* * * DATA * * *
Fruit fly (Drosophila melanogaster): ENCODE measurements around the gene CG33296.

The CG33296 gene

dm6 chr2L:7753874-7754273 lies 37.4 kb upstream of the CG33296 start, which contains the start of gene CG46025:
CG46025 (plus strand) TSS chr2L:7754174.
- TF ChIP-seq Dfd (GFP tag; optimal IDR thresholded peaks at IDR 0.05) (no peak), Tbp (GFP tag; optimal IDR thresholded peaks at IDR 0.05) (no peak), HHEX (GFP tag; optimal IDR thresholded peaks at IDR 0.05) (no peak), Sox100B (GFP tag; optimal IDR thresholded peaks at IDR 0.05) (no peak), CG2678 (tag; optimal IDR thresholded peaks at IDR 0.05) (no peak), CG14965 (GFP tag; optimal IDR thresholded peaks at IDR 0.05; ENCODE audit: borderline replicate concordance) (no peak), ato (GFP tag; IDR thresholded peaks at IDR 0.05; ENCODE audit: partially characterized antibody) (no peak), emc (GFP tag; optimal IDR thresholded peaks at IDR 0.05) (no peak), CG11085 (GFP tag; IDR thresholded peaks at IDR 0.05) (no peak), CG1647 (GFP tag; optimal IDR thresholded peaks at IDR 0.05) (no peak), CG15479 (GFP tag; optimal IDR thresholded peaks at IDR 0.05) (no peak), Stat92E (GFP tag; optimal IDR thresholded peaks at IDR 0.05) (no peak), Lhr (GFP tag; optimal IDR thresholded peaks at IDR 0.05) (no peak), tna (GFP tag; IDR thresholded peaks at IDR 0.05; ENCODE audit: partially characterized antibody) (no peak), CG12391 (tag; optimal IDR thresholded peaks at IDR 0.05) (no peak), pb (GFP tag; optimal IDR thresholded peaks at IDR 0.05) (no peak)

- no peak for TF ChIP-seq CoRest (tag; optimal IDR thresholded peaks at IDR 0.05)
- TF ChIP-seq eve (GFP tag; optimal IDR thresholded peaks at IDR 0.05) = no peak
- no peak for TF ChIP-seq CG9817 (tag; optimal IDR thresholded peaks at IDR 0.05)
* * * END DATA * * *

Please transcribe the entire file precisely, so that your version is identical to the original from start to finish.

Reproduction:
Fruit fly (Drosophila melanogaster): ENCODE measurements around the gene CG33296.

The CG33296 gene

dm6 chr2L:7753874-7754273 lies 37.4 kb upstream of the CG33296 start, which contains the start of gene CG46025:
CG46025 (plus strand) TSS chr2L:7754174.
- TF ChIP-seq Dfd (GFP tag; optimal IDR thresholded peaks at IDR 0.05) (no peak), Tbp (GFP tag; optimal IDR thresholded peaks at IDR 0.05) (no peak), HHEX (GFP tag; optimal IDR thresholded peaks at IDR 0.05) (no peak), Sox100B (GFP tag; optimal IDR thresholded peaks at IDR 0.05) (no peak), CG2678 (tag; optimal IDR thresholded peaks at IDR 0.05) (no peak), CG14965 (GFP tag; optimal IDR thresholded peaks at IDR 0.05; ENCODE audit: borderline replicate concordance) (no peak), ato (GFP tag; IDR thresholded peaks at IDR 0.05; ENCODE audit: partially characterized antibody) (no peak), emc (GFP tag; optimal IDR thresholded peaks at IDR 0.05) (no peak), CG11085 (GFP tag; IDR thresholded peaks at IDR 0.05) (no peak), CG1647 (GFP tag; optimal IDR thresholded peaks at IDR 0.05) (no peak), CG15479 (GFP tag; optimal IDR thresholded peaks at IDR 0.05) (no peak), Stat92E (GFP tag; optimal IDR thresholded peaks at IDR 0.05) (no peak), Lhr (GFP tag; optimal IDR thresholded peaks at IDR 0.05) (no peak), tna (GFP tag; IDR thresholded peaks at IDR 0.05; ENCODE audit: partially characterized antibody) (no peak), CG12391 (tag; optimal IDR thresholded peaks at IDR 0.05) (no peak), pb (GFP tag; optimal IDR thresholded peaks at IDR 0.05) (no peak)

- no peak for TF ChIP-seq CoRest (tag; optimal IDR thresholded peaks at IDR 0.05)
- TF ChIP-seq eve (GFP tag; optimal IDR thresholded peaks at IDR 0.05) = no peak
- no peak for TF ChIP-seq CG9817 (tag; optimal IDR thresholded peaks at IDR 0.05)